"'This is really sexual exploitation of children. And yes that's a strong term and a strong charge, but this is truly sexually violating little boys and girls,' he told LifeSiteNews."
[And it is at this point that I remind readers that these attitudes come from one segment of faith, rather than all faith. LGBT-positive Christians and their support (especially when they respond to misleading memes like McVety's) is important and appreciated]
Following the lead of US conservatives, Canadian far-right groups have taken to referring to any inclusion of LGBT mention as "sexually explicit material," and claiming that the moves are "aimed at eradicating all traces of Judeo-Christian morality from the education system." It's a no-compromise agenda which at its heart is actually less about parental rights (although it will exploit them for outrage) or fears of confusion (which requires one to believe that children's and teens' minds are empty vessels which will accept anything you put in them -- something any parent can tell you doesn't happen) and more about the fear of the growing acceptance of LGBT people in society. A commentator at OneNewsNow explains that: "Christian parents... should be concerned about the kids who make up the rest of their children's generation. After all, they'll be the ones voting in the coming years on same-sex marriage laws..."
Nowhere is this more obvious than in the callous response that far right groups in the U.S. have given regarding a wave of suicides among gay and trans teens. Some have gone as far as to say that homophobic bullying is "part of the maturational process," and that bullied youth who commit suicide either did so because gay activists seduced them into homosexuality or else because they had guilty consciences.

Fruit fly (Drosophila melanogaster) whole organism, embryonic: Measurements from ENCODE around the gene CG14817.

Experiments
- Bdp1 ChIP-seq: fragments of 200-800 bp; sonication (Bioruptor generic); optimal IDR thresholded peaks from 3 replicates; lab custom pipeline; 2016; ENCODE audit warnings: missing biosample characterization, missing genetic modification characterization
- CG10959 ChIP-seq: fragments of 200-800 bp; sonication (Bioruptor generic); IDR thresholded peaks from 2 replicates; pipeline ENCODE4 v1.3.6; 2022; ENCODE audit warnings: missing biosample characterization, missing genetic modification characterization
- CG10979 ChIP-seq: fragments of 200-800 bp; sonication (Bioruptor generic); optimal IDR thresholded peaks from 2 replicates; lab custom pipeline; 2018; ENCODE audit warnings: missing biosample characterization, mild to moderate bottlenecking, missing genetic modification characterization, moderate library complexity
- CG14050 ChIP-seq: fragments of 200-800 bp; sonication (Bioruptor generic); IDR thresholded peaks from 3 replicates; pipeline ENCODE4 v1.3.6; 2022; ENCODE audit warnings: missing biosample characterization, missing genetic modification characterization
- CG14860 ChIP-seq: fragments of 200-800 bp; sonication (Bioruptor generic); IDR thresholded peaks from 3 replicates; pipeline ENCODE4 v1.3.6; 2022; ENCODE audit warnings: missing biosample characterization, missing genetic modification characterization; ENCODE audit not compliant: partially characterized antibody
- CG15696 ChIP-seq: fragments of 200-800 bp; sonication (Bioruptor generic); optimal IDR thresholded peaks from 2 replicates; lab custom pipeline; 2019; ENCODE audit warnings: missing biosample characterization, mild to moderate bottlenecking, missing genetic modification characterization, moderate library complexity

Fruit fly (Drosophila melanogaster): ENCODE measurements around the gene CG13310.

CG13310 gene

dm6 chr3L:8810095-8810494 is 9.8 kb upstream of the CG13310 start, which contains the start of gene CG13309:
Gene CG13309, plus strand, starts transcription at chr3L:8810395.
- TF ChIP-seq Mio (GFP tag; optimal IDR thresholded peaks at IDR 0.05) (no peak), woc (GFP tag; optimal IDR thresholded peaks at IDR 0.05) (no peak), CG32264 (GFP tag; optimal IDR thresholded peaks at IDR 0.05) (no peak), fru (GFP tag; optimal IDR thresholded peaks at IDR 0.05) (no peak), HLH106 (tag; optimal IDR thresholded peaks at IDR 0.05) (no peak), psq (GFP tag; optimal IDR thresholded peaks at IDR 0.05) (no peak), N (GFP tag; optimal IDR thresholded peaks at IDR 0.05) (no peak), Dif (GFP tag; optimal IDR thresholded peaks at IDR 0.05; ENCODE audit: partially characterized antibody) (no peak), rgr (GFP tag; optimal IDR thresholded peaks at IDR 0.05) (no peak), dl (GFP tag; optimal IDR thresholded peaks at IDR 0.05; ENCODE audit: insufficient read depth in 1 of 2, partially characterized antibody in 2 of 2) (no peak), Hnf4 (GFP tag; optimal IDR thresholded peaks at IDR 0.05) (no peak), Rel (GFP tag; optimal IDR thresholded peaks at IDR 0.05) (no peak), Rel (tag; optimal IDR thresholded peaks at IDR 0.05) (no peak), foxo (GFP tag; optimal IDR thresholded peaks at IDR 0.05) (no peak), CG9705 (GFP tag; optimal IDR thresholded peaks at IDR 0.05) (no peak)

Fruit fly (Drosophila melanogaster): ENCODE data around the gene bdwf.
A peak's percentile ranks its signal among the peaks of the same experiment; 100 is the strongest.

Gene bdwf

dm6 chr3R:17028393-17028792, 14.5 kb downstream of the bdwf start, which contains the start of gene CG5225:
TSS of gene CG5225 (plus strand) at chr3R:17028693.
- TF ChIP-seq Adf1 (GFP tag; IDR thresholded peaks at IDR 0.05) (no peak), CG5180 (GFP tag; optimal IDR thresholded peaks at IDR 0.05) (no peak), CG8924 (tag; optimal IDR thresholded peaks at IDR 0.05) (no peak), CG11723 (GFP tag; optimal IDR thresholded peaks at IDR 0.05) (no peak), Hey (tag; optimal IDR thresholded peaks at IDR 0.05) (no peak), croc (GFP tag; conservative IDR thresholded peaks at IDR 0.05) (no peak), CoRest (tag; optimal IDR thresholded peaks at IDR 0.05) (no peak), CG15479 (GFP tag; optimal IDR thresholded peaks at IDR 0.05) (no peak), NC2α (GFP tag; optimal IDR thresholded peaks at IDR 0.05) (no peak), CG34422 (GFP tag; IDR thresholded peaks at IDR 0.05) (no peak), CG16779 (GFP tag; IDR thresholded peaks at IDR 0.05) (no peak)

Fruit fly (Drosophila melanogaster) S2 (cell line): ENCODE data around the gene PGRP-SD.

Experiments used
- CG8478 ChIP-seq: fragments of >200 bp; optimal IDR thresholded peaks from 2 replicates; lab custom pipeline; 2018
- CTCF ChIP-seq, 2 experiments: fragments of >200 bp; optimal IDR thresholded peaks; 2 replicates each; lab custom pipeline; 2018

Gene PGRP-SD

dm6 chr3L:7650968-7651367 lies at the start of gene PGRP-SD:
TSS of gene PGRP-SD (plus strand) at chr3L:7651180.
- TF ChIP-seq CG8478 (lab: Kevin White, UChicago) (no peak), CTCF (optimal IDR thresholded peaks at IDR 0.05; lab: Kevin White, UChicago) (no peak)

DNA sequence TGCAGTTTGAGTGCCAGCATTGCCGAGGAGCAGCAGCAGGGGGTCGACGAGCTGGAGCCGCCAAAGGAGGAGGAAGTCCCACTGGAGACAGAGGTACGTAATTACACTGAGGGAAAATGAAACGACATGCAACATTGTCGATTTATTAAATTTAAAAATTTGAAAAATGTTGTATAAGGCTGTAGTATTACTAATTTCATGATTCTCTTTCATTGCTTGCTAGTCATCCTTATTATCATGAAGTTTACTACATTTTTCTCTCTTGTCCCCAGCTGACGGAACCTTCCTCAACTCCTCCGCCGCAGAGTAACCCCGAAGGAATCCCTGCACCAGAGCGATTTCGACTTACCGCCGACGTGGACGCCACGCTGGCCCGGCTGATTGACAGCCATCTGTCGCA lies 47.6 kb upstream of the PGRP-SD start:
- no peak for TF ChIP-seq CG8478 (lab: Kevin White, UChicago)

The outrage over these flyers also takes place amidst growing activism for inclusion of transsexual and transgender people in human rights legislation. Trans people have been increasingly recognized as an emergent civil rights movement, with gender identity and gender expression being added to legislation in many parts of the U.S. -- though few in Canada have done the same. Earlier this year, a Private Member's Bill from now-retired NDP MP Bill Siksay sought to change that.
The bill has the dubious honour of being a human rights bill that members of a governing party actually actively lobbied their constituents against. LaVar Payne, Conservative MP for Medicine Hat, sent letters to any constituents who wrote claiming that extending rights to trans people would would infringe on freedom of speech. Minster of Justice Rob Nicholson claimed that trans people were already protected by existing legislation, yet transsexuals are only "read in" to legislation (and therefore subject to legal interpretation), while other transgender people are not included at all. MP Blake Richards (Wild Rose) wrote in rural papers within his constituency to raise washroom fears, something that at least three other Conservative Members of Parliament expressed in interviews across Canada. And Maurice Vellacott (Saskatoon-Wanuskewin) forwarded a letter from "constituent" Jim Hughes, President of Campaign Life Coalition, to other Members of Parliament, which alleged that:
"Creating a right to 'gender identity' and 'gender expression' will result in male cross-dressers and drag queens having the legal right to use girls bathrooms.